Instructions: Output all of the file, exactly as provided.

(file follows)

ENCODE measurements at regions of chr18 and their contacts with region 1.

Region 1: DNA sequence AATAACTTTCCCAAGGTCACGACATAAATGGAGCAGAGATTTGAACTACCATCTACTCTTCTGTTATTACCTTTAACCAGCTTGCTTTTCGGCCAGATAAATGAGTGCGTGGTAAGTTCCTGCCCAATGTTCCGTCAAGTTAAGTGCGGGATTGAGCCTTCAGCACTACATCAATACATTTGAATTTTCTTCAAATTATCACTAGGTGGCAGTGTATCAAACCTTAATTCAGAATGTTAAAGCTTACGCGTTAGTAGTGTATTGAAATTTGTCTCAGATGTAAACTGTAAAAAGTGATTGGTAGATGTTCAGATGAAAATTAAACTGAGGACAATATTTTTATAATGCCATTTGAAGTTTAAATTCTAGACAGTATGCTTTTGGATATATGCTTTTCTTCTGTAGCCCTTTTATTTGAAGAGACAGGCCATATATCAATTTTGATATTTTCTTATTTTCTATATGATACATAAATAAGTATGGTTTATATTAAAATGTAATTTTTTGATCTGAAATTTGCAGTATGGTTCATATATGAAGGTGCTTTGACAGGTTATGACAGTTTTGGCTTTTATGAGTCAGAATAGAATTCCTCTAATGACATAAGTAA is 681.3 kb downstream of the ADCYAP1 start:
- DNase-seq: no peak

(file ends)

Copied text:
ENCODE measurements at regions of chr18 and their contacts with region 1.

Region 1: DNA sequence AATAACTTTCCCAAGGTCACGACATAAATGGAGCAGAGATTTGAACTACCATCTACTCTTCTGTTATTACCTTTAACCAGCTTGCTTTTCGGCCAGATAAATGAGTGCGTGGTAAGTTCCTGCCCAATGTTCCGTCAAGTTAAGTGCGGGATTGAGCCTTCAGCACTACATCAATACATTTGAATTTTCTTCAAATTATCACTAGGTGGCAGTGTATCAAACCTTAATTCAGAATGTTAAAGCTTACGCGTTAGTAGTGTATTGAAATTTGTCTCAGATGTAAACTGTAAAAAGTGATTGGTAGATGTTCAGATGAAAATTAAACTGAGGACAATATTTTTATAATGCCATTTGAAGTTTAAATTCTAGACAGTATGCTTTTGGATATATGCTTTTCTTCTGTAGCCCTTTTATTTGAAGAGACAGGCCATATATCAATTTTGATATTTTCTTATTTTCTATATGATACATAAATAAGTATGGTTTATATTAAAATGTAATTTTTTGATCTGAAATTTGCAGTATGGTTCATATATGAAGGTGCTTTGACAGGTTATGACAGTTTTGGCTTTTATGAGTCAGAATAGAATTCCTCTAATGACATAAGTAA is 681.3 kb downstream of the ADCYAP1 start:
- DNase-seq: no peak